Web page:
Tuesday, July 11, 2017
I honestly had no idea Evolve was running this weekend. I realized it about an hour into the show, so I checked this show out on Sunday morning. This was the first Evolve show in Charlotte since Evolve 12.
Lenny Leonard introduced the show in the ring.
Konley has quietly had some solid performances in FIP this year. Kincaid has been consistently good, yet has been on a losing streak. Lots of grappling in the early stages, as both tried getting a feel for the other. As things progressed, they began throwing bigger offensive moves. Kincaid came close with a flurry that ended with him going coast to coast. It reached a point where both men were down after a great springboard slingblade. Kincaid’s frustrations grew (even after he DID THE DEAL) at his inability to pick up a win. Konley hit a great series of powerbombs, but Kincaid hit a double stomp while hanging from the rafters! That wasn’t enough, so Kincaid transitioned into Compassionate Release to make Konley tap at 14:21. A bit long, but it told the story it had to. Konley was dying to come back strong, while Kincaid was desperate for a win.
Austin Theory, fresh off a heel turn, came out with Priscilla Kelly, who spearheaded his change. He’s scheduled to face ACH, but ACH said he’s not wrestling this early on the show again. Theory was ready to take the forfeit, but Ethan Case came out to take ACH’s place.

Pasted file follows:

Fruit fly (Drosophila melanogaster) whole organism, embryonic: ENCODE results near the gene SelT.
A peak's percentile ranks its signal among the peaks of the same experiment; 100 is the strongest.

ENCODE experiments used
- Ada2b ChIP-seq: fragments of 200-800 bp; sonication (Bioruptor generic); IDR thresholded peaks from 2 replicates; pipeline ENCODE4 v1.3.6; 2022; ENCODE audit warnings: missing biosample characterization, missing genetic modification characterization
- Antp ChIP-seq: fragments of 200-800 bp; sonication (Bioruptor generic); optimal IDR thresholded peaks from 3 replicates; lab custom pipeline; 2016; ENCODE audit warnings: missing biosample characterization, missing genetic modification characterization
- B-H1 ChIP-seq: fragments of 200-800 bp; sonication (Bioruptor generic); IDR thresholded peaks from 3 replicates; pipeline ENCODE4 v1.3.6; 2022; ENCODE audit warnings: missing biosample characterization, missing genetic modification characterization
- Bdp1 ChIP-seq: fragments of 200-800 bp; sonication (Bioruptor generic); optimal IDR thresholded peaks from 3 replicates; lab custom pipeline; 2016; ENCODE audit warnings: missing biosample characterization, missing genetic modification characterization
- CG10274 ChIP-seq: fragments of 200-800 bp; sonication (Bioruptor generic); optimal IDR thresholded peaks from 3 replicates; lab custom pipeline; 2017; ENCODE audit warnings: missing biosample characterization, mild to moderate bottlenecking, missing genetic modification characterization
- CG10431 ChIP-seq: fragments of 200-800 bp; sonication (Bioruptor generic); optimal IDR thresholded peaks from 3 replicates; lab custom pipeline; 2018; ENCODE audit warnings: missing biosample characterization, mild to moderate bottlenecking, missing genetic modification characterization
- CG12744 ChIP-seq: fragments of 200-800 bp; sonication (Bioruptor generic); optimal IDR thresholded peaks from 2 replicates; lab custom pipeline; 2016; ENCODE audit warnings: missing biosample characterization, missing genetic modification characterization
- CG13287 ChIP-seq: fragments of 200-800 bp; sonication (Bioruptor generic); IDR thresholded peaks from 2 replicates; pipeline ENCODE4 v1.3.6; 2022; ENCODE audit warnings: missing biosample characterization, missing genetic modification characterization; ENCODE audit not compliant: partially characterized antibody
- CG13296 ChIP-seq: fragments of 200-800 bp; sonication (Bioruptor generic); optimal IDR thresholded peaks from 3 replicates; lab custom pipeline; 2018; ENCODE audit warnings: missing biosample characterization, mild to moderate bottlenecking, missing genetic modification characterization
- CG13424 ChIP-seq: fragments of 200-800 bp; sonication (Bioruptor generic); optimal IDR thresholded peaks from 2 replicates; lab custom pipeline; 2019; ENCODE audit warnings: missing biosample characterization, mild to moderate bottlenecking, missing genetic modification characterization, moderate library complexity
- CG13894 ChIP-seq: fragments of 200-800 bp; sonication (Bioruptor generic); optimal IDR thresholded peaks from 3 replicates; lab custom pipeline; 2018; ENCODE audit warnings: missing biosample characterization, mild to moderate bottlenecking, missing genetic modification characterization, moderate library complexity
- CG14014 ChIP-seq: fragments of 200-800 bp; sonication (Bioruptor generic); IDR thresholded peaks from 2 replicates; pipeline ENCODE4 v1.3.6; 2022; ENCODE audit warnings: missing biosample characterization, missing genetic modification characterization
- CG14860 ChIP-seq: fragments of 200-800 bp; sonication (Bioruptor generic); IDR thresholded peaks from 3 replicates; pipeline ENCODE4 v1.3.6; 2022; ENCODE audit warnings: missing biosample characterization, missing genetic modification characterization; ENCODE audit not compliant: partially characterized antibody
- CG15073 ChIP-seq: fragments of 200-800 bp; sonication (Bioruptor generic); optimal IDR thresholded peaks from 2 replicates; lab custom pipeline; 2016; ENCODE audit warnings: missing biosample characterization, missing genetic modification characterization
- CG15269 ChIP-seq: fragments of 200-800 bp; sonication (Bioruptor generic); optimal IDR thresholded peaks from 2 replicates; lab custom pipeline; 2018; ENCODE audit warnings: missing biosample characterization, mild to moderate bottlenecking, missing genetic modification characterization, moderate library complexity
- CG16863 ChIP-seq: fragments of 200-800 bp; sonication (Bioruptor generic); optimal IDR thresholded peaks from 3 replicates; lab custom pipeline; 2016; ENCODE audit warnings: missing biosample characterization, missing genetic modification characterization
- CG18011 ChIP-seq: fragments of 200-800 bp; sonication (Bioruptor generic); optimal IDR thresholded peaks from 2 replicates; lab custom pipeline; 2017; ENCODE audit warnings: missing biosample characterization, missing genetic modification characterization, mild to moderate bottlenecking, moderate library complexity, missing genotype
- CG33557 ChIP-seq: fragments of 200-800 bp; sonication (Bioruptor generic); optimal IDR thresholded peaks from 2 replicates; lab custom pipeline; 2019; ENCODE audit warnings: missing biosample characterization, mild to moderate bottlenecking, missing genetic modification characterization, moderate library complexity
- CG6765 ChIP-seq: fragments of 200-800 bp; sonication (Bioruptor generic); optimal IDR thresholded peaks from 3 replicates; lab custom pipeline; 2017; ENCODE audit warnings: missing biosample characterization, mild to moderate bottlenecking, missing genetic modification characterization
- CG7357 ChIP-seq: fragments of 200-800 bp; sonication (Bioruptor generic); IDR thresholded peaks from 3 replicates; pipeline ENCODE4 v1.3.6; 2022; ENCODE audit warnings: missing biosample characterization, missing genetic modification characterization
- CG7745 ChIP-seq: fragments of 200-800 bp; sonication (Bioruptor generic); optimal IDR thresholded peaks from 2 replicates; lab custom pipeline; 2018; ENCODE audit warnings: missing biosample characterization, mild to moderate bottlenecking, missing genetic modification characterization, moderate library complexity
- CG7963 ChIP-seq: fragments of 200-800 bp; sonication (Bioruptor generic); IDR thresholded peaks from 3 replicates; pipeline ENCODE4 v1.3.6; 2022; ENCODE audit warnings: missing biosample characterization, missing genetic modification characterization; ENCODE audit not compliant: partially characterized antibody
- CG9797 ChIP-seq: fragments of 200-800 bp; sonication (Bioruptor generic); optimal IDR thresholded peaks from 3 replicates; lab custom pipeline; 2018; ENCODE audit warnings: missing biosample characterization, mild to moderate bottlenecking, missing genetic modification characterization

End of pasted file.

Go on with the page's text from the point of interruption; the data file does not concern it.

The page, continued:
Both guys had bursts of offense in the opening big. Theory showed off his more aggressive side. He threw dirty looks at the referee, delivered vicious stomps and arrogantly taunted. Case came back with fiery offense. He’s quicker than he looks. Theory cut him off with the TKO to score the win at 6:34. Fine little showcase for Theory, while Case got in enough of his stuff. First Evolve win for Theory.
A rematch from Evolve 86. Lee was clearly pissed and came out more aggressively than usual. Page withstood that and took control, working the heat. Lee’s hope spots featured some brutal chops and offense, but Page almost always had a way to stall the momentum. He got two with the RK-Ego and talked trash to the fans. He also came close with a big rana. Near the finish, they just began trading blows, which isn’t where Page wanted to be. Lee bested him with a discus forearm at 9:49. Solid match, though I preferred their Evolve 86 outing.
Keith Lee got on the mic and mentioned Tracy Williams. Hot Sauce came out and attacked Lee. He got tossed aside until Timothy Thatcher joined him, and they teamed up on Lee. Darby Allin ran out, which helped Lee get free. Lee and Thatcher headed to the back, leaving the competitors alone.